On the art of the eerie

Bernard Alvin L. Lee (The Philippine Star) - October 20, 2014 - 12:00am

(Bernard Alvin L. Lee is a fourth year student at the University of Asia and the Pacific [UA&P] where, for his visual arts class, he is tasked to write about a Filipino artist he finds interesting. He chose Igan D’Bayan. Here are Lee’s thoughts on Igan’s art.)

MANILA, Philippines - This particular artist is into ghosts, spirits and corpses — subjects that are out of the ordinary. Thus, his artworks tend to spook viewers. But it’s not mainly about the supernatural. (The artist even said that he doesn’t believe in ghosts and spirits.) Igan D’Bayan finds other things scarier aside from horror movies or tales of the unexpected. These are: the Khmer Rouge, the Spanish Inquisitors, and the evil that men do.  

Igan started drawing when he was five years old. Later, he attempted to write poetry and fiction in high school, but at the same time taking electives where he could seriously pursue drawing.

In college, he put art on the backburner for a while and pursued philosophy and literature. Through these courses, he hoped to discover deeper meanings of human experiences. That was his trip then. He reveals most of his understanding of literary and philosophical ideas through his artwork.

He claims that his art style is of the expressionist vein although with a modern twist. But the expressionism in Igan’s works shows a bit of rebellion. In one painting, Igan puts thorns around Jesus’ crucified body and on the cross itself. This probably means that his Jesus-on-the-cross concept has other meanings. Perhaps, his unconventional message is that religion could be both good and fanatical.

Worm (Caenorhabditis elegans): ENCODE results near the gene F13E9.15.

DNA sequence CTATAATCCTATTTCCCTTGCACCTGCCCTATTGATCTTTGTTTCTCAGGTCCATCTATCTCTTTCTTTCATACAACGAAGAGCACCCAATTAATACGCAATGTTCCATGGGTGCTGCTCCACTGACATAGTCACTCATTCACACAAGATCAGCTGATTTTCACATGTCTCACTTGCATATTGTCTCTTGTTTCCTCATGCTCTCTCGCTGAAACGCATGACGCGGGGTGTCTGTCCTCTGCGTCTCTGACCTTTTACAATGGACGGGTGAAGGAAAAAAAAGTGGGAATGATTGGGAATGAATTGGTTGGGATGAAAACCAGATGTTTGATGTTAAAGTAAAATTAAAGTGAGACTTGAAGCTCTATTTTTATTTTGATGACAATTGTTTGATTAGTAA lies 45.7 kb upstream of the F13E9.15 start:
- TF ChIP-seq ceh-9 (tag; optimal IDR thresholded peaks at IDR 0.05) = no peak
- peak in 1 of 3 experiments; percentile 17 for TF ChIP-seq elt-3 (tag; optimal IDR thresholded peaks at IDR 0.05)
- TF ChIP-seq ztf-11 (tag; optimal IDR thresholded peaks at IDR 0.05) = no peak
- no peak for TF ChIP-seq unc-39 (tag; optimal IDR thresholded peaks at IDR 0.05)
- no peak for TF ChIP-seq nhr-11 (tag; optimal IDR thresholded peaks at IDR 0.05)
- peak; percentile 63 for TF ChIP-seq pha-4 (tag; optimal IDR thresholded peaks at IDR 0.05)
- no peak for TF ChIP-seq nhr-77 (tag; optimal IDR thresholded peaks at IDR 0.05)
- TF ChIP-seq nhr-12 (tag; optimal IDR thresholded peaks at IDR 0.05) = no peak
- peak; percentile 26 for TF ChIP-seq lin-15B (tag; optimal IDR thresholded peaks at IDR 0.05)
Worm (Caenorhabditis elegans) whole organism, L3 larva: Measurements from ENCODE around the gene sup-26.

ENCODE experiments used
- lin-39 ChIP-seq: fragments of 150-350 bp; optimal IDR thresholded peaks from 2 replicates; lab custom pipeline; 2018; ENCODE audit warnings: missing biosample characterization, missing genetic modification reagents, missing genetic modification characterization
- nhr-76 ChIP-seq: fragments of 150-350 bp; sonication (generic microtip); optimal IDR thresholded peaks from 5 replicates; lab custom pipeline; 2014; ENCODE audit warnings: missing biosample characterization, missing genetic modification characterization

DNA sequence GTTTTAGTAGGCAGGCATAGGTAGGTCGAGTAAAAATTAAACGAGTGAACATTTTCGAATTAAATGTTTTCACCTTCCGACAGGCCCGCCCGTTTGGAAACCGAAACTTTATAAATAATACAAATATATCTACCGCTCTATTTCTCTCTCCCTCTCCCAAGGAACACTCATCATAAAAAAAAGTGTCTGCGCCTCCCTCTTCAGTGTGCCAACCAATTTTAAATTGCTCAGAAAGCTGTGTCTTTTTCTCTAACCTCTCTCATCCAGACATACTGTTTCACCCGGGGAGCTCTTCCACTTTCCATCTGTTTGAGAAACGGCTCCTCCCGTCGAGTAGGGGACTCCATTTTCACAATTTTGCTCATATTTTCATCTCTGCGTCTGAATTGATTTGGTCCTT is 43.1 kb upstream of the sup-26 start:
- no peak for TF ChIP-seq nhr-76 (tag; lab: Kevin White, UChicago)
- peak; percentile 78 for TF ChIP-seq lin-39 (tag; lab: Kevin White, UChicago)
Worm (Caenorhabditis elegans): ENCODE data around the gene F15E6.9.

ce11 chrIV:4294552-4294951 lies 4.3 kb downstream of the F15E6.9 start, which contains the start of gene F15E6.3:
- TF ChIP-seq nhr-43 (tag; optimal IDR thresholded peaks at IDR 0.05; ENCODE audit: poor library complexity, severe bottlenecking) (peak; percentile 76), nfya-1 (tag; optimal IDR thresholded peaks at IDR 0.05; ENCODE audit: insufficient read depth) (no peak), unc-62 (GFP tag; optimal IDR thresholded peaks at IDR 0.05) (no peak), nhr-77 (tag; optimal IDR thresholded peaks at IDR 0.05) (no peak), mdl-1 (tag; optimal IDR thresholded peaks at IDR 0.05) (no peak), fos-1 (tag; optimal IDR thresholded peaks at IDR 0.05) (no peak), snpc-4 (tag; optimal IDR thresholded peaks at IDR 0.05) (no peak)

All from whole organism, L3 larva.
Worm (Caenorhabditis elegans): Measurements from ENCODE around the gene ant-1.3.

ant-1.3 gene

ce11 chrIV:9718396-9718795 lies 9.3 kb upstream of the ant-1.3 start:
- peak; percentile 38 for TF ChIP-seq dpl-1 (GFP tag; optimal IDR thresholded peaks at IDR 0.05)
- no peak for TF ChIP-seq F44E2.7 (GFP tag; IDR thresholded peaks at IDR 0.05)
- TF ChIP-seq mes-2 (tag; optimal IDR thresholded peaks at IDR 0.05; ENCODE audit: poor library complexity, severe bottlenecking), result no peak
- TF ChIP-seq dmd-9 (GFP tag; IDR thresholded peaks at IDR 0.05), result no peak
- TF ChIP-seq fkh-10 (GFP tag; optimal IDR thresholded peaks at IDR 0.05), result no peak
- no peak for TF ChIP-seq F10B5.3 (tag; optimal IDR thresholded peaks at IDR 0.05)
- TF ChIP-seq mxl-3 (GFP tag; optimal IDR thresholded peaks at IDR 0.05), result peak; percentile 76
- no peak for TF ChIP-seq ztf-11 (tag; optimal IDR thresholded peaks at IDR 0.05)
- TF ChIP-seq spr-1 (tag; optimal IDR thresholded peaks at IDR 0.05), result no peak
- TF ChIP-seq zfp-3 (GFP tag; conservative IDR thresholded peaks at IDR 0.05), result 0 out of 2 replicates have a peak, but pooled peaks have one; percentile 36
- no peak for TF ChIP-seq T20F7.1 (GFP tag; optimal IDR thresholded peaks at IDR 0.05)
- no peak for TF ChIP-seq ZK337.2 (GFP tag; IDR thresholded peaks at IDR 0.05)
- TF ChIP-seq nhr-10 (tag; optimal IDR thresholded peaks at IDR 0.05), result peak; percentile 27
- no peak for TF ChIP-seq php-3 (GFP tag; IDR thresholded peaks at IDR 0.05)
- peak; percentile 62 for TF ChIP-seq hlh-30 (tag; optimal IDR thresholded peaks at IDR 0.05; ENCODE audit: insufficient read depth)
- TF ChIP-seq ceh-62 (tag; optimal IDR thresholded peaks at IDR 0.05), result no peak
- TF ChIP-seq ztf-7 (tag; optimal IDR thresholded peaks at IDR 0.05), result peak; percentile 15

Another work shows a skeleton in a cage. It could symbolize that man can be trapped by his circumstances on earth. We endure poverty, violence, discrimination and the quagmire of it all. But man’s struggle also includes spiritual difficulties such as overcoming greed and envy. Despite education, culture, and religious orientation, man seems to find it hard to free himself from either or both physical and spiritual suffering. In fact when a man dies, he ends up trapped in a coffin.

Igan’s Joker painting and sculpture could mean that man must wear a mask of sorts. Man must incite fear to push away other people. However, this could be a cover-up for man’s emotional weakness. In most cases, the person who pushes away other people has insecurities and fears that he or she himself hides. Hence, this artwork reminds us not to be deceived by what we see.

What’s interesting about Igan’s work is his hybrid or fusion of different styles: Expressionist (the distortion, the elongation), Classical Medieval (reliance on religious pieces such as the cross) and Renaissance (interest in the human figure). He also uses metal, glass, paint, film and other materials to create interesting artworks.

According to Terry Barrett, modern and postmodern art have no boundaries and can be created in a variety of ways in terms of method and style. That is true with Igan D’Bayan, who continues to assert his uniquely dark personality as an artist.

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